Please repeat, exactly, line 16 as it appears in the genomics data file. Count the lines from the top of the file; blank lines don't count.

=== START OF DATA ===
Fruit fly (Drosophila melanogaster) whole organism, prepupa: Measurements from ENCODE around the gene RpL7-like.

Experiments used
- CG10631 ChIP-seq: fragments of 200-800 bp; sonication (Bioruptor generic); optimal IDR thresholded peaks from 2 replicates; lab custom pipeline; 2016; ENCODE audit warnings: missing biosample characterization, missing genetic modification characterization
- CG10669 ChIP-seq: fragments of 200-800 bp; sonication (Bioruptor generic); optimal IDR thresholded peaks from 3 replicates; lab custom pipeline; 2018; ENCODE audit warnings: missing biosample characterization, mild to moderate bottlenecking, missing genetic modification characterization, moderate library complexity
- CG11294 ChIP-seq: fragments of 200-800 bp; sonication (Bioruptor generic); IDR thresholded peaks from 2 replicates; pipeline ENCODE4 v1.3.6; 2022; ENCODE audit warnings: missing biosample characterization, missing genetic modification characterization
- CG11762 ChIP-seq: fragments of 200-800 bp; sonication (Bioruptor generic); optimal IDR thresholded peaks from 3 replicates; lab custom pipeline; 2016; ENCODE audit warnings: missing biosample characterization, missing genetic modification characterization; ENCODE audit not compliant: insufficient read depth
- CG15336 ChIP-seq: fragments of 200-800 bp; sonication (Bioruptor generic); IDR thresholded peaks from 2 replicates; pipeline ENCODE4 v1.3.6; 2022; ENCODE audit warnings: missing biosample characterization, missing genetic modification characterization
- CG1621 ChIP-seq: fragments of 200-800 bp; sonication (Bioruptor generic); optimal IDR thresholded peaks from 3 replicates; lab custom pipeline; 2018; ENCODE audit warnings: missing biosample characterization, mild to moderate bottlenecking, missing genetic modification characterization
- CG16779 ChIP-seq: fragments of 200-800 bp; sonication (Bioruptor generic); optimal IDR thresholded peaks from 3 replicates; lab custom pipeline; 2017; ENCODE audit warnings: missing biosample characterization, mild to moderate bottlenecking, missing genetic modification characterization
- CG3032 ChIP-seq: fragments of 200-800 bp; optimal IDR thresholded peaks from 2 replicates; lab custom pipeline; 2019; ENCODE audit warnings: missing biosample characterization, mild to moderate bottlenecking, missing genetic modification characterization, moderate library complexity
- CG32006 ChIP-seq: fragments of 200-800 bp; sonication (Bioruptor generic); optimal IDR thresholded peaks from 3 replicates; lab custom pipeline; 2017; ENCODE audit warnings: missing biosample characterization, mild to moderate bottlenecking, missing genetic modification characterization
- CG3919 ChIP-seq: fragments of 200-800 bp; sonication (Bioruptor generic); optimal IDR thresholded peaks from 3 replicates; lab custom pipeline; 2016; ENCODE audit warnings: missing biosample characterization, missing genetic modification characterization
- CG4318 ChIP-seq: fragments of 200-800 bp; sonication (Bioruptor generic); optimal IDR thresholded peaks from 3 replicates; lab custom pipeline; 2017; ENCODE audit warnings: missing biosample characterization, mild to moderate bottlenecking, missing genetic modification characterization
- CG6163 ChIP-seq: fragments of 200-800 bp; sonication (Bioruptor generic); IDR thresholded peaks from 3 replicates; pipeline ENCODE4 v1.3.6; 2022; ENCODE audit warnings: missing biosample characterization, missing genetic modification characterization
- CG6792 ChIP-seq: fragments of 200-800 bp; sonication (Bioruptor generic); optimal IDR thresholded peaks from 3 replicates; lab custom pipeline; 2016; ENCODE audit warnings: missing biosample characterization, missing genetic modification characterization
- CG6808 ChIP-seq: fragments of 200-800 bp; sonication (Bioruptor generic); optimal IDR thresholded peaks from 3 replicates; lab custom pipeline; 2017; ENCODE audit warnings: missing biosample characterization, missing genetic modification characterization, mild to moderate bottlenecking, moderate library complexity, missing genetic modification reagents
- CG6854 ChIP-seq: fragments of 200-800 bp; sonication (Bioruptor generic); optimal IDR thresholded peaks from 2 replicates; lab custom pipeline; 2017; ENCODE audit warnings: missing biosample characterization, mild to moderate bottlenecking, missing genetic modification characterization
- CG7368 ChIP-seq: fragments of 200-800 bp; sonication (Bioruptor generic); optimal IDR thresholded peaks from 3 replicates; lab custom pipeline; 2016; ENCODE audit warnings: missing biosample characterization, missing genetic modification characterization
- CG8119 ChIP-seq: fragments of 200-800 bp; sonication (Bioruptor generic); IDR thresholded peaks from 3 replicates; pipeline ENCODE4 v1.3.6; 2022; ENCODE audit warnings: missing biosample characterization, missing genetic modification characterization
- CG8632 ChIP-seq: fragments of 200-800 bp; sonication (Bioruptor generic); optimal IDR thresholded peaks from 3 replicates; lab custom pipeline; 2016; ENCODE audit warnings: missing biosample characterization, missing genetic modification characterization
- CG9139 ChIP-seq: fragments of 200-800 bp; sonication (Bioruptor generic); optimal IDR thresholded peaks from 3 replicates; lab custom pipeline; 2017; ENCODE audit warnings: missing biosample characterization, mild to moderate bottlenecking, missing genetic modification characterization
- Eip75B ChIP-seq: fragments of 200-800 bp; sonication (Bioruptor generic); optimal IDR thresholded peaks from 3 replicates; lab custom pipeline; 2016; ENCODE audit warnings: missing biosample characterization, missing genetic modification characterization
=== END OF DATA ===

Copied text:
- CG6808 ChIP-seq: fragments of 200-800 bp; sonication (Bioruptor generic); optimal IDR thresholded peaks from 3 replicates; lab custom pipeline; 2017; ENCODE audit warnings: missing biosample characterization, missing genetic modification characterization, mild to moderate bottlenecking, moderate library complexity, missing genetic modification reagents